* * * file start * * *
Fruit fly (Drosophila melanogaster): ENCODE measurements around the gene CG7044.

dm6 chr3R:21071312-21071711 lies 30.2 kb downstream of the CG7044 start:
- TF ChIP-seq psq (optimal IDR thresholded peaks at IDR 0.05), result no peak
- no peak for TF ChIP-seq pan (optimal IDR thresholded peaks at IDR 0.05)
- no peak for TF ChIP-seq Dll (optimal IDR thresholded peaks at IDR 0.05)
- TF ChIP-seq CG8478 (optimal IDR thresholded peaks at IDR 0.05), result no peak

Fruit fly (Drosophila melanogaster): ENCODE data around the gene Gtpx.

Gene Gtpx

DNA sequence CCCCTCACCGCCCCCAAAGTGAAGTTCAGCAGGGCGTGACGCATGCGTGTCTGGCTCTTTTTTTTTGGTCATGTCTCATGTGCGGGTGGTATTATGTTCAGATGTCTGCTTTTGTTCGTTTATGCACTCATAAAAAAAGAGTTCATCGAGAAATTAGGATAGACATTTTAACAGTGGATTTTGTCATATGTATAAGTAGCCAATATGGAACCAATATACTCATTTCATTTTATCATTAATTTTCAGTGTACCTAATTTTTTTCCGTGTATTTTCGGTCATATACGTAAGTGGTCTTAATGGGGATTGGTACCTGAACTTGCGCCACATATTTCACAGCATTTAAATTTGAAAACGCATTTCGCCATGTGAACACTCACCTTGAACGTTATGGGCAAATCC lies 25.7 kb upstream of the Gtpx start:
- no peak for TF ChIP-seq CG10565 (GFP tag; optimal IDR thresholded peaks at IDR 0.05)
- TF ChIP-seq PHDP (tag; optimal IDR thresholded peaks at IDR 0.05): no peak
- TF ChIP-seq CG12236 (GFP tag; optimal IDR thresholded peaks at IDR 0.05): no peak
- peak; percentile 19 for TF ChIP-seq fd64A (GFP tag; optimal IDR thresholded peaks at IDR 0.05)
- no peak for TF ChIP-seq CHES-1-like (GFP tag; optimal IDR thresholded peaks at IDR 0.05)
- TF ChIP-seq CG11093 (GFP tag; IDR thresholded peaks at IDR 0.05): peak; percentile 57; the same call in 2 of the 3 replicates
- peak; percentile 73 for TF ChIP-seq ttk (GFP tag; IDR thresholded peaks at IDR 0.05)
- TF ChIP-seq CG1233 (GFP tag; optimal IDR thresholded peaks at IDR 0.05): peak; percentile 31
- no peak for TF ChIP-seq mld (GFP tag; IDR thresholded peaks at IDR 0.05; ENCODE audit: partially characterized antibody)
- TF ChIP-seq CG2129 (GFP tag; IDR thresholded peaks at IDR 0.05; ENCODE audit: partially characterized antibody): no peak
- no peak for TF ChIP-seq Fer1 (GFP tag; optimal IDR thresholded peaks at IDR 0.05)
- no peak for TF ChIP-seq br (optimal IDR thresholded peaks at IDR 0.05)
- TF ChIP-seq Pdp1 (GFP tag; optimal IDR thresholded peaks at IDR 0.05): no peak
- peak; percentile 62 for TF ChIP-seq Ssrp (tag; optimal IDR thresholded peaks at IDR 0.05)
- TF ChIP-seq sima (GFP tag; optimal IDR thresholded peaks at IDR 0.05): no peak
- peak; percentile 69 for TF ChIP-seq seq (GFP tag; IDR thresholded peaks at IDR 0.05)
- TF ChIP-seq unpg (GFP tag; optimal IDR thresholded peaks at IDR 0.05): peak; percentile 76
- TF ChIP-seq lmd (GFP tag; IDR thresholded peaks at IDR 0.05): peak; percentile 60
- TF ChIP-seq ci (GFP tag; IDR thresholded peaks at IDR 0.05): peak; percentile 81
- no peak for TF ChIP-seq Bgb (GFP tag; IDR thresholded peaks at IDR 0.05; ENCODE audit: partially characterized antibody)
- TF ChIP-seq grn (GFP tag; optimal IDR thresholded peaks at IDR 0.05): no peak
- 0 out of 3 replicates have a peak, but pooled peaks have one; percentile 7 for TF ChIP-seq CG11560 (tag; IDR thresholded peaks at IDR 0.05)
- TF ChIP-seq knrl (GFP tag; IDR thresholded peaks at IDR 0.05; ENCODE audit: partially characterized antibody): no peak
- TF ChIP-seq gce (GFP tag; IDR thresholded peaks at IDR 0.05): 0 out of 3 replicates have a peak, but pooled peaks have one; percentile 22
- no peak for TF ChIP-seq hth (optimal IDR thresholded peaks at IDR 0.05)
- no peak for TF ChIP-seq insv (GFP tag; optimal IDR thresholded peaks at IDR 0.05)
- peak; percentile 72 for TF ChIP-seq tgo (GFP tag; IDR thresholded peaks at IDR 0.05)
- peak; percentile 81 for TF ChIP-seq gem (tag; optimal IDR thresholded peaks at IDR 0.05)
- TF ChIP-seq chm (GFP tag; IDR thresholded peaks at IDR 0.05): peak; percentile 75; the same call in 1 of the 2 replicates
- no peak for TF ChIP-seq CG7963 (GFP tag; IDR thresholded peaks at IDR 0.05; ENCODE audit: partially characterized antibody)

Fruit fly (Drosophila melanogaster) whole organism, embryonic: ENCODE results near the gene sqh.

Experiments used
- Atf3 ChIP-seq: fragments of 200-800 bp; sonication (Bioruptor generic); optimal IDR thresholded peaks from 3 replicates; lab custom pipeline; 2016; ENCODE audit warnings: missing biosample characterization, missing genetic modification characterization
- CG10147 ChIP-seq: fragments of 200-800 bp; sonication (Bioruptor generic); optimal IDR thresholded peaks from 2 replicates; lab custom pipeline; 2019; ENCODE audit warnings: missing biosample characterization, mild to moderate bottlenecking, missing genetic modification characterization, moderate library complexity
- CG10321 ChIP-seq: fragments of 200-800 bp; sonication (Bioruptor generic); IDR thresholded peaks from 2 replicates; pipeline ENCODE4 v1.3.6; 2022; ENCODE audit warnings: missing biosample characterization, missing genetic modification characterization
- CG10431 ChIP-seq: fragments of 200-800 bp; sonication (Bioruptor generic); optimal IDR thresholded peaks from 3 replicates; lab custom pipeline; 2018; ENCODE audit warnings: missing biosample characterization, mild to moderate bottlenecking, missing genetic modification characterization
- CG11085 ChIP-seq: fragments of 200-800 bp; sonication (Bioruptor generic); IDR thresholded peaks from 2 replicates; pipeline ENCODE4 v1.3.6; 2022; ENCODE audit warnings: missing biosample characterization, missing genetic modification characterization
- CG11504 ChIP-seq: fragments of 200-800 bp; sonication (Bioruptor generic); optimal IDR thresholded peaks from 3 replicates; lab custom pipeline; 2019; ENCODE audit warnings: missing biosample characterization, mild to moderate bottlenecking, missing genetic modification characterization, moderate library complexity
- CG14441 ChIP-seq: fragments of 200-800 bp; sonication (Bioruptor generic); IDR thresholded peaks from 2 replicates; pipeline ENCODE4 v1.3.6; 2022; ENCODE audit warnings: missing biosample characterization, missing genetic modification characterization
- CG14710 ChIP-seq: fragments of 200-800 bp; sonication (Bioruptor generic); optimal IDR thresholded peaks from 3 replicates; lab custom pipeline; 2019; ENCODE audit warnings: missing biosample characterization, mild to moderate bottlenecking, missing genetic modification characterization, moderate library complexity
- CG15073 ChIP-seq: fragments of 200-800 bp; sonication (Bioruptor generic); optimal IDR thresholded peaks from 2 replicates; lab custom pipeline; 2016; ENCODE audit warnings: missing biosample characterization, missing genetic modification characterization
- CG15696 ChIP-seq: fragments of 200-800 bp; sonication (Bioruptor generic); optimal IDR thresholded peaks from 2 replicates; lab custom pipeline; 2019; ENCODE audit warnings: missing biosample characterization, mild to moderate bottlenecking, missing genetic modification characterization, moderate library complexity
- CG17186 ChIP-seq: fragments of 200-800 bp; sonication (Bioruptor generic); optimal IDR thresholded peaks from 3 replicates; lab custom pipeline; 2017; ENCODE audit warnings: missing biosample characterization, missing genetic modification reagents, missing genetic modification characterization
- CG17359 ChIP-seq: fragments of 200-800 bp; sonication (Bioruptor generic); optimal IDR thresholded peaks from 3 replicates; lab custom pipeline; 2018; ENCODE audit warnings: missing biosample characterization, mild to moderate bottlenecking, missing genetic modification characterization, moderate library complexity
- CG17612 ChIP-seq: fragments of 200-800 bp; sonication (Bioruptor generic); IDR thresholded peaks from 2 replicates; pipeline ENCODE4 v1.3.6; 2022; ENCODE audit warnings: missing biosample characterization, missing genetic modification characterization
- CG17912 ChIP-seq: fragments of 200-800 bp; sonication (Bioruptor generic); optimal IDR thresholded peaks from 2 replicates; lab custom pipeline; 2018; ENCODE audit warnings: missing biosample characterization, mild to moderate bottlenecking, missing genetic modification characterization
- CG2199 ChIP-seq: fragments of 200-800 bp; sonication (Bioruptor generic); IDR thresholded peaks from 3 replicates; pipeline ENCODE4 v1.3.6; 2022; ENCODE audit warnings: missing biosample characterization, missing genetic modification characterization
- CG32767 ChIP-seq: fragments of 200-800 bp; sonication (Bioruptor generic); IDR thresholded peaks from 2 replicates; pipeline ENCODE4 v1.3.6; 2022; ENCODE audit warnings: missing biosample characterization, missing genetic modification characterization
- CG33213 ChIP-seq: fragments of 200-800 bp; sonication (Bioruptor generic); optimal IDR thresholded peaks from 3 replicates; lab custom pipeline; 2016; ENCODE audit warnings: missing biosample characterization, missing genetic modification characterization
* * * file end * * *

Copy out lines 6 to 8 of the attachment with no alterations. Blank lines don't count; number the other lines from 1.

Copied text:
- TF ChIP-seq CG8478 (optimal IDR thresholded peaks at IDR 0.05), result no peak

Fruit fly (Drosophila melanogaster): ENCODE data around the gene Gtpx.

Gene Gtpx